rook

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See also: röök

English[edit]

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Pronunciation[edit]

Etymology 1[edit]

A rook (bird)

Middle English rok, roke, from Old English hrōc, from Proto-Germanic *hrōkaz (compare Saterland Frisian Rouk, Dutch roek, obsolete German Ruch), from Proto-Indo-European *kVr-c 'crow, raven' (compare Middle Irish cerc 'hen', Old Prussian kerko 'loon, diver', dialectal Bulgarian крокон (krókon) 'raven', Ancient Greek κόραξ (kóraks) 'falcon', Old Armenian ագռաւ (agṙaw), Avestan kahrkatat 'rooster' [script?], Sanskrit कृकर (kṛkara) 'rooster'), Ukrainian крук (kruk, raven).

Noun[edit]

rook (plural rooks)

  1. A European bird, Corvus frugilegus, of the crow family.
    • Pennant
      The rook [] should be treated as the farmer's friend.
  2. A cheat or swindler; someone who betrays.
    (Can we find and add a quotation of Wycherley to this entry?)
  3. (UK) a type of firecracker used by farmers to scare birds of the same name.
Synonyms[edit]
Hypernyms[edit]
Translations[edit]

Verb[edit]

rook (third-person singular simple present rooks, present participle rooking, simple past and past participle rooked)

  1. (transitive) To cheat or swindle.
    • 1974, GB Edwards, The Book of Ebenezer Le Page, New York 2007, p. 311:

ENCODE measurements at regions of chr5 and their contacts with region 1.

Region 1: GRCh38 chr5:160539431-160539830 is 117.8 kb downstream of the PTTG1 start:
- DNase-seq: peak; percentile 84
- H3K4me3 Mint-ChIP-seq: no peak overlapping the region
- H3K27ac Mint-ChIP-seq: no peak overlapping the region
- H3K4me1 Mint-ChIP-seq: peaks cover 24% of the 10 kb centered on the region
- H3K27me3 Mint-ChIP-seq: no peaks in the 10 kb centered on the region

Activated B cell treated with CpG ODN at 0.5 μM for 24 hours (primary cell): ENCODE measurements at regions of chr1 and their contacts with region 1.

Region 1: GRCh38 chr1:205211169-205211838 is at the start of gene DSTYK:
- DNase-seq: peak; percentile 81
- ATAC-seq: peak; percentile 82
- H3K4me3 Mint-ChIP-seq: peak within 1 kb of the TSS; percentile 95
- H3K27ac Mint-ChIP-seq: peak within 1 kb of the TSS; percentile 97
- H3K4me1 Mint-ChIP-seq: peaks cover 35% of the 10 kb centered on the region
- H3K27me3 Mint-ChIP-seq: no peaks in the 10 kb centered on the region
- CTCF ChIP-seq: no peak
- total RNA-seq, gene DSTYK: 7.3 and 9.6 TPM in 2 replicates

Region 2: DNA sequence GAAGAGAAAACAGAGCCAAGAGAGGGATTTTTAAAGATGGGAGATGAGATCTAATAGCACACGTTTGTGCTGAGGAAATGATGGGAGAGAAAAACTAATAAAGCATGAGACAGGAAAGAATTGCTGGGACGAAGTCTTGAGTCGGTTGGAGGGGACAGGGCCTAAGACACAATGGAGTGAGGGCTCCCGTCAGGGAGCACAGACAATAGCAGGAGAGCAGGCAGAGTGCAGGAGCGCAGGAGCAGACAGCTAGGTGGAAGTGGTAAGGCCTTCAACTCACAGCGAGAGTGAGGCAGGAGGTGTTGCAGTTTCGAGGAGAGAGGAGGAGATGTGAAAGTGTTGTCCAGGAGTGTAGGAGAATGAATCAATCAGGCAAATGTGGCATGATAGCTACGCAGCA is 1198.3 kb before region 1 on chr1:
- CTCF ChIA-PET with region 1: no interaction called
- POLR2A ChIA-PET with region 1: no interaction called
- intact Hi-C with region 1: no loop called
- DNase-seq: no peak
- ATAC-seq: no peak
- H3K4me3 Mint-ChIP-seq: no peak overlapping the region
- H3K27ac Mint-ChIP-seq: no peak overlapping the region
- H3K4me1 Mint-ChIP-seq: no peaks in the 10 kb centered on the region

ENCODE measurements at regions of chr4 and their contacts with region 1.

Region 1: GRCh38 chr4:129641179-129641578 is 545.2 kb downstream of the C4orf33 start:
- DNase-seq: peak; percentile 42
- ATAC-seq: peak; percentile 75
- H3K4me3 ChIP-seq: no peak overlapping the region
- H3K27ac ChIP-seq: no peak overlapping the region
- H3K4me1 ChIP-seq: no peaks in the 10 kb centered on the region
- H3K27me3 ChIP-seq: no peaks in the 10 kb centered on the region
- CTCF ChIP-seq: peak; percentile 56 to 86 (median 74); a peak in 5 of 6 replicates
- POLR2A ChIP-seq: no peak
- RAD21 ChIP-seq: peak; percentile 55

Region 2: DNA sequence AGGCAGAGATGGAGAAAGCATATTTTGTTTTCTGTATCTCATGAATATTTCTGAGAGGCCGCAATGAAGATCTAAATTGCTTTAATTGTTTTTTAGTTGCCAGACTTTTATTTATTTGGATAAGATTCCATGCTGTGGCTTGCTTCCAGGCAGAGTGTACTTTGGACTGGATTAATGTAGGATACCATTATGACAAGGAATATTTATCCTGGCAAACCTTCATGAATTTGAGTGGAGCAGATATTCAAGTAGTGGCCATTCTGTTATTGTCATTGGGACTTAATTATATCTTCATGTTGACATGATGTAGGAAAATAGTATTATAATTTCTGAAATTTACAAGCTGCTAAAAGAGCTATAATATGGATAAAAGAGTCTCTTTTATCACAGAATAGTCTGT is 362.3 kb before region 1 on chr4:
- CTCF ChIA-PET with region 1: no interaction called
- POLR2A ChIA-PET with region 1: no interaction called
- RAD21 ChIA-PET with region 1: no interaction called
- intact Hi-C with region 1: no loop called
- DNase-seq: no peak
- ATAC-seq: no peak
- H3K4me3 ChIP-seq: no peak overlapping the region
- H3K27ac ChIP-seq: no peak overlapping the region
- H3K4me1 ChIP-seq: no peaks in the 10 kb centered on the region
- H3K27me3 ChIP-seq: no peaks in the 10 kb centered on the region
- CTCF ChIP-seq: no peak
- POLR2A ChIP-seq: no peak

Some had spent a week in Jersey before coming to Guernsey; and, from what Paddy had heard, they really do know how to rook the visitors over there.
Synonyms[edit]
Translations[edit]

Etymology 2[edit]

A rook (chess)

From Old French roc, ultimately from Persian رخ (rox). Compare roc.

Noun[edit]

rook (plural rooks)

  1. (chess) A piece shaped like a castle tower, that can be moved only up, down, left or right (but not diagonally) or in castling.
  2. (rare) A castle or other fortification.
  3. An Amish card game.
Synonyms[edit]
See also[edit]
Translations[edit]
The translations below need to be checked and inserted above into the appropriate translation tables, removing any numbers. Numbers do not necessarily match those in definitions. See instructions at Help:How to check translations.
See also[edit]

Etymology 3[edit]

From rookie.

Noun[edit]

rook (plural rooks)

  1. (baseball, slang) A rookie.

Etymology 4[edit]

Noun[edit]

rook (uncountable)

  1. mist; fog; roke

Etymology 5[edit]

Verb[edit]

rook (third-person singular simple present rooks, present participle rooking, simple past and past participle rooked)

  1. (obsolete) To squat; to ruck.
    (Can we find and add a quotation of Shakespeare to this entry?)

Anagrams[edit]


Dutch[edit]

Etymology 1[edit]

From Middle Dutch rooc, from Old Dutch *rōk, rouc, from Proto-Germanic *raukiz. Cognates include Low German Röök, West Frisian reek, English reek, German Rauch, Danish røg, Swedish rök. See also ruiken, rieken.

Pronunciation[edit]

Noun[edit]

rook m (uncountable)

  1. smoke
Derived terms[edit]

Verb[edit]

rook

  1. first-person singular present indicative of roken
  2. imperative of roken

Etymology 2[edit]

Verb[edit]

rook

  1. singular past indicative of ruiken
  2. singular past indicative of rieken

Anagrams[edit]